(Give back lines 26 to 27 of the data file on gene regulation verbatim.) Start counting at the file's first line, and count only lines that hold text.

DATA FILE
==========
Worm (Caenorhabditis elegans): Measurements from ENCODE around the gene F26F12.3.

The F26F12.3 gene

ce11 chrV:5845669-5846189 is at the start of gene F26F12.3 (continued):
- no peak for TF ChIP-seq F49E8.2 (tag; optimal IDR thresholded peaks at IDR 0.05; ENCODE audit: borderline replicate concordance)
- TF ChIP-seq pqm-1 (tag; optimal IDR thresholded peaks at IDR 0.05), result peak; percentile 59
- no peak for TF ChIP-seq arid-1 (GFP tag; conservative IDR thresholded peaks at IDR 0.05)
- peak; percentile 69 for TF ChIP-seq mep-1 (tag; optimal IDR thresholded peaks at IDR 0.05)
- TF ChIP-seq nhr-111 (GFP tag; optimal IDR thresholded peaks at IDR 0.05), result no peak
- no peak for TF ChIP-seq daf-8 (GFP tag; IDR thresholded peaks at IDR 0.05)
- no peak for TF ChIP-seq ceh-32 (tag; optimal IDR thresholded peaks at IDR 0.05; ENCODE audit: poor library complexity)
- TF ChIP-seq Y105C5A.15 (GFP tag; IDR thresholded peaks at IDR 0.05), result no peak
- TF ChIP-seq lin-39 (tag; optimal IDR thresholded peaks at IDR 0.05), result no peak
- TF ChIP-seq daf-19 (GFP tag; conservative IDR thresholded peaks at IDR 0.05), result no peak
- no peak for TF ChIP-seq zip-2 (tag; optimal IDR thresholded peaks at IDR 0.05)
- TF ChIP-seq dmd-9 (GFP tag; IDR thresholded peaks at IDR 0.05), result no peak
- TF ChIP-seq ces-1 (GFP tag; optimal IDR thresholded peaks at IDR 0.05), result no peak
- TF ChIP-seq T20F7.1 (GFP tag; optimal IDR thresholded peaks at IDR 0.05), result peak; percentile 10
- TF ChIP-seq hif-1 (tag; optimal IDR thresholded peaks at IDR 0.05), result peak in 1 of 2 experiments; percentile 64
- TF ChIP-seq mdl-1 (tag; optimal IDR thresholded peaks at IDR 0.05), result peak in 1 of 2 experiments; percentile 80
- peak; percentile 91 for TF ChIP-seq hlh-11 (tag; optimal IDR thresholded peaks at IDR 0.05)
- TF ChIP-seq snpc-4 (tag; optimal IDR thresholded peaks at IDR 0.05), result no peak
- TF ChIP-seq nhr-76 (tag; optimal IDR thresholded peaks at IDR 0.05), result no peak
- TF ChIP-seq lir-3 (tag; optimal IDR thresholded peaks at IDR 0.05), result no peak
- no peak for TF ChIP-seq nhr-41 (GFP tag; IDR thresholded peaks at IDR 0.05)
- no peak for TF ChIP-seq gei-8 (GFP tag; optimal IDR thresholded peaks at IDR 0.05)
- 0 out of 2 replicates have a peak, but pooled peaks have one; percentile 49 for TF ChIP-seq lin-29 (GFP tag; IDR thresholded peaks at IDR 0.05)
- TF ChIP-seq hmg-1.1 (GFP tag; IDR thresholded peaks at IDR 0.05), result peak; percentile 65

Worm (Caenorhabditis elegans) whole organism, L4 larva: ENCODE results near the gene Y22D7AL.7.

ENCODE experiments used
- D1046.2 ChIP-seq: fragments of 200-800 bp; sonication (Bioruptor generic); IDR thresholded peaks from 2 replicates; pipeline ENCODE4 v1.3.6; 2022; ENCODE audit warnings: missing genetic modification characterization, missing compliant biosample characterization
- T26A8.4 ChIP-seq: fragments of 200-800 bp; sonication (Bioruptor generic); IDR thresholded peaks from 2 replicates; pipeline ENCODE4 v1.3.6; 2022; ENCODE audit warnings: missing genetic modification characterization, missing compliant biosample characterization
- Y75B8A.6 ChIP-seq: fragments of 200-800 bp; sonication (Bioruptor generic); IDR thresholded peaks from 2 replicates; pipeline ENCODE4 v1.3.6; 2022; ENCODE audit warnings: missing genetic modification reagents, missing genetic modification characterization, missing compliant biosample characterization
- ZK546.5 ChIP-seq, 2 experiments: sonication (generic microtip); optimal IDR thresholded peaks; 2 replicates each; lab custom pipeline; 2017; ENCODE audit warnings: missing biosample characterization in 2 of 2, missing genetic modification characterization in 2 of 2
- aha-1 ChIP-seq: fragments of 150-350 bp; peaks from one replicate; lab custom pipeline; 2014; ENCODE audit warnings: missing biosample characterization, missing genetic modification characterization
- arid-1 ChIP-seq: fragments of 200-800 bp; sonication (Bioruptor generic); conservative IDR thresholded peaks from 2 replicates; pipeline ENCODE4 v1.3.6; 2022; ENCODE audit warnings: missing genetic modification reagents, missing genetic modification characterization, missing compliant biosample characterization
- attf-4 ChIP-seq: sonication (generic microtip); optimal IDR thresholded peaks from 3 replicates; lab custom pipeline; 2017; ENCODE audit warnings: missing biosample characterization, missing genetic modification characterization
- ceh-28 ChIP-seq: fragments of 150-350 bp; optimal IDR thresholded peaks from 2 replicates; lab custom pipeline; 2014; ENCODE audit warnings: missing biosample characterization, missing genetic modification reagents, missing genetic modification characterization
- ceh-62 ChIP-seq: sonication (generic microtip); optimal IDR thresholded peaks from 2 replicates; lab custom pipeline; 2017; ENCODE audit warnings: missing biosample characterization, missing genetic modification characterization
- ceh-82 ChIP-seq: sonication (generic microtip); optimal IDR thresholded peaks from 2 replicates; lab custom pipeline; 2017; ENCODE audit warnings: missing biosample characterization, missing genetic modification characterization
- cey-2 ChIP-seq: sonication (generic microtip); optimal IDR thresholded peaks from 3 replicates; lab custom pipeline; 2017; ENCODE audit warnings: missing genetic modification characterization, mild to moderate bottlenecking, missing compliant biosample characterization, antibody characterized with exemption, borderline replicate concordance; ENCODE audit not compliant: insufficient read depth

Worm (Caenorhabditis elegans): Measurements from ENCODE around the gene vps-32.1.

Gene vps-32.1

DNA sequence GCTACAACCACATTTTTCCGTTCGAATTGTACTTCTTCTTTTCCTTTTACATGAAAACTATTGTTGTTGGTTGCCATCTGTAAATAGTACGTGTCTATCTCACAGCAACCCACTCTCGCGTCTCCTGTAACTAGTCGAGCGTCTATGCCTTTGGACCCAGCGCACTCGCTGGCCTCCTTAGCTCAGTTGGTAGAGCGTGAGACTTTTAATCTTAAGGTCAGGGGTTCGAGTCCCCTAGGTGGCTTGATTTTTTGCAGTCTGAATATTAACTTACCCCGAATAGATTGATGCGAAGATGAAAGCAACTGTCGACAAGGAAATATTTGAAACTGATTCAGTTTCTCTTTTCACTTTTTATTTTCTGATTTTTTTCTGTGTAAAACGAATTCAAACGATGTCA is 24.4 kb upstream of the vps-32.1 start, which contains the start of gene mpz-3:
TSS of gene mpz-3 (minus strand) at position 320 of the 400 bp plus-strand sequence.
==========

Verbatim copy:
- 0 out of 2 replicates have a peak, but pooled peaks have one; percentile 49 for TF ChIP-seq lin-29 (GFP tag; IDR thresholded peaks at IDR 0.05)
- TF ChIP-seq hmg-1.1 (GFP tag; IDR thresholded peaks at IDR 0.05), result peak; percentile 65